Ferdinand THIERIOT  Clarinet Quintet in Eb Major • 1897
 • late Romanticism at its most ingratiating ~ by the German composer (and Brahms’s friend) whose music was popular until he died in 1919

Wilhelm Altmann, one of the most perceptive chamber music critics of the time, wrote in praise, “Thieriot’s chamber music is without exception noble and pure. He writes with perfect command of form and expression.”

BRAHMS  Piano Trio in G Major • 1880s
 • transcribed from his exquisite String Sextet No. 2 (composed in 1864-65) by Theodor Kirchner, with Brahms’s blessing

Although essentially forgotten, Kirchner was Brahms’s friend, Schumann’s protégé, Mendelssohn’s pupil, Wagner’s accompanist, Dvorák’s arranger, dedicatee of Reger’s second Violin Sonata, Clara Schumann’s lover (a brief, discreet, unhappy liaison in the early 1860s), and the would-be lover of the poet and writer Mathilde Wesendonck (she was immortalized by Wagner’s “Wesendonck Songs”). Kirchner was universally admired as a marvelous musician, but he could not maintain a job or marriage, and his gambling and extravagance led to destitution in his later years, so much so that his publisher and friends, including Brahms, bailed him out of debt.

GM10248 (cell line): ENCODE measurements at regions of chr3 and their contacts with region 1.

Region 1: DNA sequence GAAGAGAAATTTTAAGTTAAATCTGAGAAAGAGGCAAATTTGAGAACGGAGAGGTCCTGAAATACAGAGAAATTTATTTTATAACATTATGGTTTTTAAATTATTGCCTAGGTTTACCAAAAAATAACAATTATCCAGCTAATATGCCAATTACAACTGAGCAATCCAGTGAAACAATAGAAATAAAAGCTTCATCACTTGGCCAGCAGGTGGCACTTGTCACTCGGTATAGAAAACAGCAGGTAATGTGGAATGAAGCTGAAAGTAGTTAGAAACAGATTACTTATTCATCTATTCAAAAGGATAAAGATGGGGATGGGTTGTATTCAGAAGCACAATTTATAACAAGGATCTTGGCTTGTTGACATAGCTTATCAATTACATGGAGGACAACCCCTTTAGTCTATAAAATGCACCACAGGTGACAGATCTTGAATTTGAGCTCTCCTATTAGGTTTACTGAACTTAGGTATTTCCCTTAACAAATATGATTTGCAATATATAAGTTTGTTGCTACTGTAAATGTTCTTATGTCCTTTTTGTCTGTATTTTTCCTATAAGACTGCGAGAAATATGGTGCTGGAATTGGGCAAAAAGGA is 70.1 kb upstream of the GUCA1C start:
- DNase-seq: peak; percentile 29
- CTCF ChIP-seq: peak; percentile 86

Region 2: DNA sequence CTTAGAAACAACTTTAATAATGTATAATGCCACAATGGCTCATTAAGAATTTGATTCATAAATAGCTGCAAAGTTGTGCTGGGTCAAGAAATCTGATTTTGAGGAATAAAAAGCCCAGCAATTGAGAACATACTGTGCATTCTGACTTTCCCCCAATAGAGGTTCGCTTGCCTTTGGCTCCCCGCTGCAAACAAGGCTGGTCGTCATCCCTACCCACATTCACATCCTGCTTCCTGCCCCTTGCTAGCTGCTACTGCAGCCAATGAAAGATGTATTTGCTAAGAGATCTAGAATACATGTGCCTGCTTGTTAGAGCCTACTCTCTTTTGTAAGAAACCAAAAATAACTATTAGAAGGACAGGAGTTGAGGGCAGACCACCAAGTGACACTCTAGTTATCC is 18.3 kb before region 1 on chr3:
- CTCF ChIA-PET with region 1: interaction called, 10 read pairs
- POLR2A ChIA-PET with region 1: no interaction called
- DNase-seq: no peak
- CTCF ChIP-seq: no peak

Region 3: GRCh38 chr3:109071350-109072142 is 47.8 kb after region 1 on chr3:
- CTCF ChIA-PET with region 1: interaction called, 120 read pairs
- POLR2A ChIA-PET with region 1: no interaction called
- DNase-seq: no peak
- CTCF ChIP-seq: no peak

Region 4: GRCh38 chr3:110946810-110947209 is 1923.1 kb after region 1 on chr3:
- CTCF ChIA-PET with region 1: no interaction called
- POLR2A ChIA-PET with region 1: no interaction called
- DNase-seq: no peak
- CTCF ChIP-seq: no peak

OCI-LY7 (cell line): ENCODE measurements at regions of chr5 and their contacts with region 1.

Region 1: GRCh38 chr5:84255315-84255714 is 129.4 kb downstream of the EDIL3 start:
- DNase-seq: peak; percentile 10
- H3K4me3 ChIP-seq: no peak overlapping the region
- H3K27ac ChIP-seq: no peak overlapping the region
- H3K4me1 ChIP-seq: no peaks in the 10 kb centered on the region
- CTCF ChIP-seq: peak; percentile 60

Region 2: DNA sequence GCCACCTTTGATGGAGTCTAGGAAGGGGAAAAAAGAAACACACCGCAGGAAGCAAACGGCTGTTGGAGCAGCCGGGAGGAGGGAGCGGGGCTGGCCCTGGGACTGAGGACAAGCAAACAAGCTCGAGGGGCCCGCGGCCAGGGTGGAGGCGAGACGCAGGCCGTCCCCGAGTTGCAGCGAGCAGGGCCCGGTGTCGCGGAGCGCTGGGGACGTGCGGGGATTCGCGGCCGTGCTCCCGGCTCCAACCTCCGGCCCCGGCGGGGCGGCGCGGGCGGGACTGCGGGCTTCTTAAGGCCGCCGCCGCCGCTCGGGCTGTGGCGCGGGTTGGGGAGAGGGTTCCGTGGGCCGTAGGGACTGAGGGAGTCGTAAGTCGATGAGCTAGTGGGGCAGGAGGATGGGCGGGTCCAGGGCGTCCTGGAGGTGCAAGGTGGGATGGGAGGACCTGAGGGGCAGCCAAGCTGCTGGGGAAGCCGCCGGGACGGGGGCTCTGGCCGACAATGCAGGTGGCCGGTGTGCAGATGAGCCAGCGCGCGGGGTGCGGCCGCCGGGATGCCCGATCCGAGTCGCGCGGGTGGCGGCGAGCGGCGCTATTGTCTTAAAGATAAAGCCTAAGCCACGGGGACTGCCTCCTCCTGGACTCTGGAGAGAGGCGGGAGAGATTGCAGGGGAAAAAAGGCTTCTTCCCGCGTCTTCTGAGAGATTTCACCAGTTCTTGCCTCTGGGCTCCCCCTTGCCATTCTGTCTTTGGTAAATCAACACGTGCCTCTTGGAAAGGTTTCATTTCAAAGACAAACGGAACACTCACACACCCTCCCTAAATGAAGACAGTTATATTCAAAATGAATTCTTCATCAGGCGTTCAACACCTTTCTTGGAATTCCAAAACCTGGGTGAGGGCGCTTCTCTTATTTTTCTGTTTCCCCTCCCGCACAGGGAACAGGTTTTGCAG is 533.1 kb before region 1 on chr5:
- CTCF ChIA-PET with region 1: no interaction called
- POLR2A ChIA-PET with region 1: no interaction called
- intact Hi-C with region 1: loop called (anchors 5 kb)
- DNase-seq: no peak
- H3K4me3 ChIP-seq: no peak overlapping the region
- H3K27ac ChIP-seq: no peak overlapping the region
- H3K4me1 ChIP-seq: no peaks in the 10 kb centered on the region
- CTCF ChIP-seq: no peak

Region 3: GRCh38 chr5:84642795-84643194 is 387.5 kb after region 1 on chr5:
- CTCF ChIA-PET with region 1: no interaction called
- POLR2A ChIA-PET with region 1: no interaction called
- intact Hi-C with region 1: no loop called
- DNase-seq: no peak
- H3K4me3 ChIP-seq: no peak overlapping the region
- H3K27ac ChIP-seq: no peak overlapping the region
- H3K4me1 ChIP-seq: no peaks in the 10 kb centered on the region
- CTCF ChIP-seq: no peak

October 12  Russians to Behold

Alexander Kobrin piano
Xiao-Dong Wang
Grace Park
Maurycy Banaszek
David Requiro
Nicholas Finch

Barry Crawford flute
Rita Mitsel
Vadim Lando
Roy Femenella
Gina Cuffari

TCHAIKOVSKY  Rococo Variations Op. 33 • 1876
 • inspired by Mozart, his favorite composer and role model, Tchaikovsky used one of his devices—a theme and variations—in this sparkling Neoclassical showpiece for the cello ~ dedicated to Wilhelm Fitzenhagen, the German cellist who modified it for its premiere in Moscow the following year ~ arranged by David Stromberg for cello and wind quintet ~ David Requiro will be our star cellist

Alexander BORODIN  String Quintet in F minor • 1853-1854
 • one of the earliest Russian nationalistic chamber works, the lush Romantic Quintet is for 2 violins, viola, and 2 cellos